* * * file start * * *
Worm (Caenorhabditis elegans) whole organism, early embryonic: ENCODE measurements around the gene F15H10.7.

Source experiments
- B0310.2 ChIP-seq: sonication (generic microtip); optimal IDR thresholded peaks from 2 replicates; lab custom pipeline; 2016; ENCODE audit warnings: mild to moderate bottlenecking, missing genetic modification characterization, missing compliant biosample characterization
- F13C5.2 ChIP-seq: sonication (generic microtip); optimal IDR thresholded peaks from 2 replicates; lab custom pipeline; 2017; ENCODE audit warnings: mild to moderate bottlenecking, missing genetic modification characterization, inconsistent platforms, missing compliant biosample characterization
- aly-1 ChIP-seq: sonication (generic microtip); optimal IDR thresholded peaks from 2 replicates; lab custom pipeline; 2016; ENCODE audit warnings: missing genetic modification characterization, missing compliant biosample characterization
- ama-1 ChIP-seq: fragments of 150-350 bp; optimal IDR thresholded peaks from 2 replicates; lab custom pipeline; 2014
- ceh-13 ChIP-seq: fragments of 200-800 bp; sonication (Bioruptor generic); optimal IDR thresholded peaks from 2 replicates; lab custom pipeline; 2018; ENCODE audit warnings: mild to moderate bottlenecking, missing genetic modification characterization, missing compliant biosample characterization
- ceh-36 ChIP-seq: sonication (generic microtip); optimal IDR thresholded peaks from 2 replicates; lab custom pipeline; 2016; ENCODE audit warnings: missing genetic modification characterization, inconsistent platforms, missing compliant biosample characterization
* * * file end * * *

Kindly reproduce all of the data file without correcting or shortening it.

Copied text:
Worm (Caenorhabditis elegans) whole organism, early embryonic: ENCODE measurements around the gene F15H10.7.

Source experiments
- B0310.2 ChIP-seq: sonication (generic microtip); optimal IDR thresholded peaks from 2 replicates; lab custom pipeline; 2016; ENCODE audit warnings: mild to moderate bottlenecking, missing genetic modification characterization, missing compliant biosample characterization
- F13C5.2 ChIP-seq: sonication (generic microtip); optimal IDR thresholded peaks from 2 replicates; lab custom pipeline; 2017; ENCODE audit warnings: mild to moderate bottlenecking, missing genetic modification characterization, inconsistent platforms, missing compliant biosample characterization
- aly-1 ChIP-seq: sonication (generic microtip); optimal IDR thresholded peaks from 2 replicates; lab custom pipeline; 2016; ENCODE audit warnings: missing genetic modification characterization, missing compliant biosample characterization
- ama-1 ChIP-seq: fragments of 150-350 bp; optimal IDR thresholded peaks from 2 replicates; lab custom pipeline; 2014
- ceh-13 ChIP-seq: fragments of 200-800 bp; sonication (Bioruptor generic); optimal IDR thresholded peaks from 2 replicates; lab custom pipeline; 2018; ENCODE audit warnings: mild to moderate bottlenecking, missing genetic modification characterization, missing compliant biosample characterization
- ceh-36 ChIP-seq: sonication (generic microtip); optimal IDR thresholded peaks from 2 replicates; lab custom pipeline; 2016; ENCODE audit warnings: missing genetic modification characterization, inconsistent platforms, missing compliant biosample characterization